The interior of Nellcôte was gorgeous and you could definitely tell that they had invested a lot of money in it. I think the last number I heard was around a million...well spent on antique wallpaper, designer furniture, and candelabras (actual candelabras, with candles, mounted on the wall). It was a little on the overly-trendy-but-somewhat-lacking-in-personality side, which for some reason always makes me feel self conscious. I think it's because I feel like I'm encountering society as a whole rather than an individual, and suddenly there's an overwhelming pressure to conform.
Fortunately, the food on the whole was tasty enough to allay any fears about Nellcote being a haven for the glitterati, although you wouldn't have guessed it from the first course. We started off with an asparagus shooter, and if that sounds disgusting, well, that's because it was. It was cold and a little oily and just generally unpleasant.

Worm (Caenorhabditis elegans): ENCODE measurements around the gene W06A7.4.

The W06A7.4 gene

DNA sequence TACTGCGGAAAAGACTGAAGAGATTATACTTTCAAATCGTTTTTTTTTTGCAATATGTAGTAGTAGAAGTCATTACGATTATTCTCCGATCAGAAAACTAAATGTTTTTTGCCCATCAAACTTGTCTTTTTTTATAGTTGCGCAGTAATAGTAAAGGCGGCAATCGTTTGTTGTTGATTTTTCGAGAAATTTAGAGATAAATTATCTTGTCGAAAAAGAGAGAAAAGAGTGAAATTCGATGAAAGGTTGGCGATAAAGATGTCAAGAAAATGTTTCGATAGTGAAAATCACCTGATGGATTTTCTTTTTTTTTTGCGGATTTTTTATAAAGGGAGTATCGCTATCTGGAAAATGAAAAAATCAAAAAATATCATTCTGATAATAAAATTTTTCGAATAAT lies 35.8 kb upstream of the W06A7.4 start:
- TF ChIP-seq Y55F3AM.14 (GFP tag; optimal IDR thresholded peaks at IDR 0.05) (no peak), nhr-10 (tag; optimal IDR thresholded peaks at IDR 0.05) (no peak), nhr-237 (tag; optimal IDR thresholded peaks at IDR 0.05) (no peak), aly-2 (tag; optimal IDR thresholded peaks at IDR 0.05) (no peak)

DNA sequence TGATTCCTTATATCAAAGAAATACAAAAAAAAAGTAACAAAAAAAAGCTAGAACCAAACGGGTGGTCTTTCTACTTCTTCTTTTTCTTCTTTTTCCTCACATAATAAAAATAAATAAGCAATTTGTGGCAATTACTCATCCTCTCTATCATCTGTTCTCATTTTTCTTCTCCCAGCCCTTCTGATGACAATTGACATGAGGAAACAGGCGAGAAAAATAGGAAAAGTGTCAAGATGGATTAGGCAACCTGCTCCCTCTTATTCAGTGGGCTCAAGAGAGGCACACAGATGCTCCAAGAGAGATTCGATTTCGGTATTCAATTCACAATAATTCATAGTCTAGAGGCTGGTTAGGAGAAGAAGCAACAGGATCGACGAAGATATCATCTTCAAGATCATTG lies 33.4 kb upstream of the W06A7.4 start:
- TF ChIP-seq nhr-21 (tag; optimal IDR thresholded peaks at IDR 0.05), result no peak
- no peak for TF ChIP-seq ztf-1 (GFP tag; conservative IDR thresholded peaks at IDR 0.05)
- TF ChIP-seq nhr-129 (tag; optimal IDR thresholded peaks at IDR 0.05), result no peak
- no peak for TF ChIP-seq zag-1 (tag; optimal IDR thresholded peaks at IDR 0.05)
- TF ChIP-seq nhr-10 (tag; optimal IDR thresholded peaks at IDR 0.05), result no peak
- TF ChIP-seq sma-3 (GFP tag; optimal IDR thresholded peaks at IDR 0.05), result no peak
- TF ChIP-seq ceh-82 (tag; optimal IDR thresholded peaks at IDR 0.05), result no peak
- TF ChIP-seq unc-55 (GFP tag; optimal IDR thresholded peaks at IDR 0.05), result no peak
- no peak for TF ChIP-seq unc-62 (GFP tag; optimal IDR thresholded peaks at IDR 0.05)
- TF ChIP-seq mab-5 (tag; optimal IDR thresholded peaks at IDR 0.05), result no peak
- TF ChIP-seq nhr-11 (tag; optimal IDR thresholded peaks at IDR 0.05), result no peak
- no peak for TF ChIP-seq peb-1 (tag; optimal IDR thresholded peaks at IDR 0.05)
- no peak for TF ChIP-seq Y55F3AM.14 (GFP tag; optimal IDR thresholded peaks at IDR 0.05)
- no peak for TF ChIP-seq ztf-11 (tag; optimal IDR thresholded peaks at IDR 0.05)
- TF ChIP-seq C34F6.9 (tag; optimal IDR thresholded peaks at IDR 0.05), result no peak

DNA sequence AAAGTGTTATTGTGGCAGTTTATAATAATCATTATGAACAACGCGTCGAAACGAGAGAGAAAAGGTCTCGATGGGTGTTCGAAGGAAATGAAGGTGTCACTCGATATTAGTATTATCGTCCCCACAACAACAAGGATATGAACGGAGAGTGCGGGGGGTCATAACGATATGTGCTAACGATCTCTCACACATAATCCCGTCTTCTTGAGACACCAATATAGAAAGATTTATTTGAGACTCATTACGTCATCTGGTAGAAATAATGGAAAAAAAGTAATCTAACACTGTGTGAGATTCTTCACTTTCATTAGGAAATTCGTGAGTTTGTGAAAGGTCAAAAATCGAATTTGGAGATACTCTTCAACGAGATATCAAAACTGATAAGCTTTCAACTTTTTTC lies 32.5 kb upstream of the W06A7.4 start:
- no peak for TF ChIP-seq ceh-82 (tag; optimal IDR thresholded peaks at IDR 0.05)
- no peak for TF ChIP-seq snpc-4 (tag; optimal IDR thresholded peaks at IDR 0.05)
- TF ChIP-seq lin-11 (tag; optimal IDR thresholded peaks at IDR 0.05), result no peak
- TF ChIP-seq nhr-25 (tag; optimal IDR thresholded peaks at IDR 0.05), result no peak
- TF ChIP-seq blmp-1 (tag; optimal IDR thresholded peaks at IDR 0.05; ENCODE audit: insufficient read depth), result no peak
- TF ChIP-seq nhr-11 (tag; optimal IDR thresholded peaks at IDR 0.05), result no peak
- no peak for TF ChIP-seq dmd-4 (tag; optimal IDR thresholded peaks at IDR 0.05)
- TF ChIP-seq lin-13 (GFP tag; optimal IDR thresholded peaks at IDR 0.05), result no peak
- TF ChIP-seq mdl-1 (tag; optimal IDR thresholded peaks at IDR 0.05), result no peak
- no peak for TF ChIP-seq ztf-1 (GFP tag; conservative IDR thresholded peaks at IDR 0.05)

Thankfully, we soon got our drinks, two cherry lambics, the special beer for the night. They were very good, although Nellcôte can't take too much credit for that.
And post-shooter, the food was very good, especially the bread. Apparently they mill their own flour and make all the breads and pastas in-house, and major props to them for doing so. We had a selection of three breads, (baguette, brioche and focaccia) and all were deeply flavorful and tasted really different from one another, despite having a superficial resemblance. Following that we shared a taleggio, scallion, and pancetta pizza, more than enough for two people. And finally, to top it all off, we shared pineapple, chocolate and coconut sorbet, all three flavors of which were delicious.
Having gone back afterwards and read some of the critical reviews, it seems like Nellcôte is very well regarded for its breads and pastas and not so much for just about everything else. If you were to go, I'd recommend sticking to the rolls and spaghetti.